Popular cartoons these days don’t just sell a lot of toys; they provide a kind of self-awareness that hasn’t typically been the focus of children’s programming. It feels like the natural culmination of a slow movement over the years to capture a much wider audience. Rather than focusing solely at children or adults, animators understand that a successful show needs to be “smart” and span generations. Plenty has been written about how Adventure Time is a “kids’ show that’s OK for adults to like”, or how a cartoon with “adult humor” like Bob’s Burgers can still be family-oriented by not resorting to obscenity.

More than ever, cartoons take cues from the world around them, rather than serving as distractions.

Take a look at this clip from Star Wars: Rebels. I realize this might sounds hypocritical: “Just a Star Wars fanboy leaning on a Star Wars cartoon to make a point, even though it’s obviously a glaring example of franchise-driven cartooning!” Regardless of what it appears to be on the surface, Rebels actually takes a close look at the effects of war. It definitely contains the very bland trope of “good versus evil” running throughout, but there’s also recurring representations of the consequences of one’s actions. The main character’s parents are killed for being outspoken opponents to the Empire; soldiers regularly defect or, in this case, muse upon the effects constant conflict has on the living:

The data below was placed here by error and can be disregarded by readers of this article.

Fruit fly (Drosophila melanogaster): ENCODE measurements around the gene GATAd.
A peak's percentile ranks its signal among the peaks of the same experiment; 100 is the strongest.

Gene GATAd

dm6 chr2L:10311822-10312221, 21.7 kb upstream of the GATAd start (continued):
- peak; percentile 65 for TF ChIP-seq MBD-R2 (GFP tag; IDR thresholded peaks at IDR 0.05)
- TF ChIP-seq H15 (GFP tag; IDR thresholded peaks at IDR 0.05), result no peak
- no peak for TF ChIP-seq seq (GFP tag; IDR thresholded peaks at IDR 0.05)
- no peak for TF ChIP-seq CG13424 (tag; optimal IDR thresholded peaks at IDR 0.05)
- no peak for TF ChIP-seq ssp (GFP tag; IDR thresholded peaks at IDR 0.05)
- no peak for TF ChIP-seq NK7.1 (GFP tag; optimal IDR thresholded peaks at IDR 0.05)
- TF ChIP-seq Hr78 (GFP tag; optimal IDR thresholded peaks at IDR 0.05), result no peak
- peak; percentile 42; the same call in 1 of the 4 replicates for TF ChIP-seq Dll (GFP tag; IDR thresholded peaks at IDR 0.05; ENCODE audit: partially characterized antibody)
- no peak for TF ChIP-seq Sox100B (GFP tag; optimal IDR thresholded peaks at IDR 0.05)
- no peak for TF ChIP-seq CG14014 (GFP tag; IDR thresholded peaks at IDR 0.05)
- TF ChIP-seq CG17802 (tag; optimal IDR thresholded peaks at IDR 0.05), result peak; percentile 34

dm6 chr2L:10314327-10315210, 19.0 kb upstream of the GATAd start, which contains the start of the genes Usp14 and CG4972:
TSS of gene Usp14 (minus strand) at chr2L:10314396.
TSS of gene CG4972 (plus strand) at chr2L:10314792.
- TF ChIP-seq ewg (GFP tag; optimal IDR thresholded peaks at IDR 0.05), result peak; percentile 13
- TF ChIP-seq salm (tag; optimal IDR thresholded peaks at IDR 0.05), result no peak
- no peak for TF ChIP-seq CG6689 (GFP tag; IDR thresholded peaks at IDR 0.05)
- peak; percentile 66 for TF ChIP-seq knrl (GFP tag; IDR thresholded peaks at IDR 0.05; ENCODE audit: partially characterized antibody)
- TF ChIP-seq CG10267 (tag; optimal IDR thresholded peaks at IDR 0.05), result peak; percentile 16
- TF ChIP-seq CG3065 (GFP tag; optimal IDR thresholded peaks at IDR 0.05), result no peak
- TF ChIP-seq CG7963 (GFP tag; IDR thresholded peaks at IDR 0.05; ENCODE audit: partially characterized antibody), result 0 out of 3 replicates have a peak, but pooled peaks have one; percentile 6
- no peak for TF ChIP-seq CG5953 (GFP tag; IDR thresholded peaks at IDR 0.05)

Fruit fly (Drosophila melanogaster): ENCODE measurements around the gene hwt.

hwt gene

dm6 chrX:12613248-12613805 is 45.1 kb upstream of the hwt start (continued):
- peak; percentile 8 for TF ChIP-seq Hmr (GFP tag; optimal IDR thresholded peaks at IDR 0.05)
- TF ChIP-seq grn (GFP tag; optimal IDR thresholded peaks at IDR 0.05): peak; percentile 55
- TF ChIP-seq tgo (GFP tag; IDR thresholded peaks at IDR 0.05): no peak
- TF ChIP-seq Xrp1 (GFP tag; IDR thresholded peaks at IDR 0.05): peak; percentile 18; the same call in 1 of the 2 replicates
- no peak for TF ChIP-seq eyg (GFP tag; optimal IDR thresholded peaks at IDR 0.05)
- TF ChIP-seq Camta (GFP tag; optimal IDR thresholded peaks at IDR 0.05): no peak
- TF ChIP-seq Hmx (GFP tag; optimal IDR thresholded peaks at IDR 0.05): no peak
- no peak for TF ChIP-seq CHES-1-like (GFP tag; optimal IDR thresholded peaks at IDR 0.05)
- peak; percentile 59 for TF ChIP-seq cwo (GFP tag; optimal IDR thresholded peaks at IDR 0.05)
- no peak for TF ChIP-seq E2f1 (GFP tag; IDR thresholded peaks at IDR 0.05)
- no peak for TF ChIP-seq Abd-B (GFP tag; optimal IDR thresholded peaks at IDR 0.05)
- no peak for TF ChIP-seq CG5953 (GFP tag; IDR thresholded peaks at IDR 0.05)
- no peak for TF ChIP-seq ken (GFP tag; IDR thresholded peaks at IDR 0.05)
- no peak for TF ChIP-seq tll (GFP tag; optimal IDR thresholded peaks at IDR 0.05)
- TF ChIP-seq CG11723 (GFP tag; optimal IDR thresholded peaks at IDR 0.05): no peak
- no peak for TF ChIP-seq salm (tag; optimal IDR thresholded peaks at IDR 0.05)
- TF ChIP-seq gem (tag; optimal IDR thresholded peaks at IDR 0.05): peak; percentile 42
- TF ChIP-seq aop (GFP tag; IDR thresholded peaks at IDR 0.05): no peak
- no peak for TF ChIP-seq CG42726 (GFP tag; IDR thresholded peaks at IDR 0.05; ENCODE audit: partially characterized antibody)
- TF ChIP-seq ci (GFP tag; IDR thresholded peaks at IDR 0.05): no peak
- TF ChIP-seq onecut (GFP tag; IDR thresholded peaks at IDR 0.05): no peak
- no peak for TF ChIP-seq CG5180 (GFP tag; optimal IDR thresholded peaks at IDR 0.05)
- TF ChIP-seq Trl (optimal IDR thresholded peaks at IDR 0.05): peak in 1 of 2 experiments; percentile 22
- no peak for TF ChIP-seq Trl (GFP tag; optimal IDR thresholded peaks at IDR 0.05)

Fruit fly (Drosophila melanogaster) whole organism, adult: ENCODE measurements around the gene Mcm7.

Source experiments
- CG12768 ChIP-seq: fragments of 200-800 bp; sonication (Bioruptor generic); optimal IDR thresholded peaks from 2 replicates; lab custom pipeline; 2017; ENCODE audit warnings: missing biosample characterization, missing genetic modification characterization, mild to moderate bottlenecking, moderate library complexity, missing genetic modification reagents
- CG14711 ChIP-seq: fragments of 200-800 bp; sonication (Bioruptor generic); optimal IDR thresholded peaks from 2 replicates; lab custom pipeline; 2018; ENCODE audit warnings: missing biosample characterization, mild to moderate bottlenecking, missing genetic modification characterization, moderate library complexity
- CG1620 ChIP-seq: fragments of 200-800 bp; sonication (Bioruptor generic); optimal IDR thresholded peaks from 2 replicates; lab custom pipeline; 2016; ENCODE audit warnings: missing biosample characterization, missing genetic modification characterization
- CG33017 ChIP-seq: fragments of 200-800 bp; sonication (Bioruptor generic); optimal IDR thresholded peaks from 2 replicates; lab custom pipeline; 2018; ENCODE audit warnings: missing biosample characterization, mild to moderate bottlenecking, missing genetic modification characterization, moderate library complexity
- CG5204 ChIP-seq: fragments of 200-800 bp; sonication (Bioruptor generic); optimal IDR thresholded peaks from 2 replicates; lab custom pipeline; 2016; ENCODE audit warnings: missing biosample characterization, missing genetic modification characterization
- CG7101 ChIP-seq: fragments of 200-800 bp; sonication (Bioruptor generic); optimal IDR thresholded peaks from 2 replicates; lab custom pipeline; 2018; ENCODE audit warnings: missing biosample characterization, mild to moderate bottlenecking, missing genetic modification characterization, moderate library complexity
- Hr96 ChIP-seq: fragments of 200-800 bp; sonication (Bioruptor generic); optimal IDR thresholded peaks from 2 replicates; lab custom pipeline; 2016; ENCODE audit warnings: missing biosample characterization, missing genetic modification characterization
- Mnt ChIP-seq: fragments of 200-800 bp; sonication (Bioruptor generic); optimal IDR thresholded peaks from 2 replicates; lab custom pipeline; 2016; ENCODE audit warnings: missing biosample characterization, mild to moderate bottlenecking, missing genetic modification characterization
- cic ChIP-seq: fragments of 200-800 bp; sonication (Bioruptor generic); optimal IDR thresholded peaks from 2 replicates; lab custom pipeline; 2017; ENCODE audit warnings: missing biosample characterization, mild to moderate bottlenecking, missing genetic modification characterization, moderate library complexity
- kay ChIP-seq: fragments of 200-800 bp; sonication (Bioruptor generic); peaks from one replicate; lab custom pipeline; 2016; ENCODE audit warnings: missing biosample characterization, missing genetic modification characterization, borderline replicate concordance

You would never find an episode of G.I. Joe where a character tries to explain what post-traumatic stress disorder looks like. We live in a world of perpetual war and endless celebrations for military force over diplomacy. But rather than follow the same well-trodden path towards praising the violent, the show encourages you to take a more sympathetic attitude to those who participate.3

Or, consider a show like Steven Universe which is more overt in stating its progressive agenda. An average episode is about ten minutes long; each still manage to quickly demonstrate ideas about love and self-respect. Here’s a one minute clip as an example:

In that clip, representing a tenth of the whole episode, there was:

When did Barbie ever lash out against someone’s xenophobia?

Cartoons teaching inclusivity and compassion are becoming the norm. It’ll be interesting to see what the next few years will mean for cartoons. It’s likely possible that, just as cable television in the 90s paved the way for new types of cartoons, the streaming services of today will also be motivated to produce new intelligent content catered to children, just as they have already done with adults.

Cartoons may be the proof that there is hope for the future.

  1. Without question, until that point, no other cartoon had as large an effect on popular culture. What other cartoon could boast about its disputes with the White House

  2. At the least, there ought to be more serious examinations on the impact a show like Dora the Explorer had for daring to showcase non-white protagonists. 

  3. A much earlier cartoon that operated much the same was Mobile Suit Gundam. Airing in 1979, it was a mecha-war anime that routinely reminded viewers about the terrible cost of war. The closest thing that the States produced around the same time and with the same message was M*A*S*H